Kara Swisher, Re/code co-executive editor, discusses the upcoming Alibaba IPO and the regulatory challenges the Chinese company may face.» Read More
Here's an intriguing tidbit, courtesy of The Wall Street Journal: Google and Verizon are on the verge of a deal, whereby Google would be the default search engine for the carrier, and the two would split ad revenue. While the deal isn't done yet, it offers up interesting scenarios -- and would represent another loss for Microsoft.
There has been so much written about Apple and the iPhone recently: the 3G issues, the MobileMe mess, the so-called Apps Kill Switch controversy, the iPod and its battery/BBQ issues, the company's $20 billion in cash, and a stock that continues to try to claw its way back from the doldrums. What investors ought to be focusing on, instead, is the back-to-school shopping season.
That's the question Cramer put to CEO David Steiner during Wednesday's Mad Money at the Half.
Cramer makes the call on viewers' favorite stocks.
Two mega-investors -- Warren Buffett and Carl Icahn -- made major portfolio shifts.
Billionaire investor Carl Icahn reported that he had increased his stake in Motorola to 144.1 million shares from 115.6 million shares the prior quarter. Meanwhile, George Soros raised his stake in Wall Street firm Lehman Brothers to 9.5 million shares.
NBC's site attracting the most viewers with 2,200 hours of live streaming competition. Yahoo's Olympics site attracted a solid 3.3 million users Saturday, without offering any live footage, while AOL snagged a million uniques.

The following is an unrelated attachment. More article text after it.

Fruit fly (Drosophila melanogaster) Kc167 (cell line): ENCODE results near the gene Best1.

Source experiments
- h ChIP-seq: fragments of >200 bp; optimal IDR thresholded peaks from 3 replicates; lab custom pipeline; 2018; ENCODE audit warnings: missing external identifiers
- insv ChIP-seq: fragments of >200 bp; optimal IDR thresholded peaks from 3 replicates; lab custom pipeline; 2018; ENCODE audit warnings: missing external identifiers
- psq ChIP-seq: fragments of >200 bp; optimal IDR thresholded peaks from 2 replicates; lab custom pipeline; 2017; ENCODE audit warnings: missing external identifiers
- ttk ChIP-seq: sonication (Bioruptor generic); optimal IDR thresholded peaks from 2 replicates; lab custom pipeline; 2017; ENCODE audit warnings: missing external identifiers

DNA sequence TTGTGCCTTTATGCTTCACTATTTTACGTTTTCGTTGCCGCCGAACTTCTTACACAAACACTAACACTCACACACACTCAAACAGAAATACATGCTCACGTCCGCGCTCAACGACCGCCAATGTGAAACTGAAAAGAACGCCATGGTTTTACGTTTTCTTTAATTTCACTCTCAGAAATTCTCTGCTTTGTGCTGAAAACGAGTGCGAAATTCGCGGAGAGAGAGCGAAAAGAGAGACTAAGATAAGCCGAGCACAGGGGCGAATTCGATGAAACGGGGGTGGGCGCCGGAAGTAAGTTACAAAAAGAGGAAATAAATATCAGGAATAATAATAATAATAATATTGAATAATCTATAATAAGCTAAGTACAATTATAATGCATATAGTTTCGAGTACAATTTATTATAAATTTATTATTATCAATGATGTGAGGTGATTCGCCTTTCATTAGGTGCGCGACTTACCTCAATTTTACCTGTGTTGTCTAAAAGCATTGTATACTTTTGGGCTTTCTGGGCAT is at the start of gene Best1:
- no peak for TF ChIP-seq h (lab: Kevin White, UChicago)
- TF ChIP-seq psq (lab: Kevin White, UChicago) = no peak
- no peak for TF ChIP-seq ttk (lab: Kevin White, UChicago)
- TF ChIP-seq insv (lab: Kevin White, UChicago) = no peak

When Google's Gmail service went dark last night for about 90 minutes, cutting off millions of users from their email, it shone a bright light on the promise--and problems--of so-called Cloud Computing.
Search engine giant Google has taken small steps toward creating and distributing its own cntent, and media companies worry it might become a competitor, the New York Times reports.
Time Warner said it would split AOL's dial-up Internet and advertising businesses into separate divisions by early 2009, a move that could ease a sale or merger of either business.
Just when you thought the Yahoo vs. Microsoft, Microsoft vs. Yahoo, shareholders vs. Yahoo saga had finally come to a whimpering close.
The company is recounting the shareholder vote for its board of directors after discovering that a tabulating firm failed to register the opposition of a major investor.
One of Yahoo's largest and most critical shareholders, Capital Research Global Investors, said on Monday it had asked for a probe of last week's shareholder vote, a move that calls into question the strong showing for Chief Executive Jerry Yang.
The Dow closed lower on Friday after General Motors reported hefty losses and new data showed U.S. employers cut jobs for the seventh straight month.
So after all the high drama, the passion, the verbal assaults, the hand-wringing, the concerns, worry and bitterness, Yahoo's shareholders have spoken. And they are resoundingly supporting the current board of directors. And I mean resoundingly...
This is inside the San Jose Fairmont's cavernous Imperial Ballroom. And I'm struck at the number of empty chairs here. The room holds 1,000 people. There might be 200 chairs taken. There are mountains of pastries outside the door. Most of it untouched.
I'm in downtown San Jose's Plaza Park, across from the Fairmont Hotel where today's Yahoo shareholder showdown will occur.
The jobs data is the make or break number for markets Friday. The monthly data, reported at 8:30 a.m., is expected to show a decline of 75,000 non-farm payrolls and an unemployment rate of 5.5%.
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Tech watchers have their eye on the next big thing that could move the market Friday and whispers are swirling that it will come out of the Yahoo! shareholder meeting.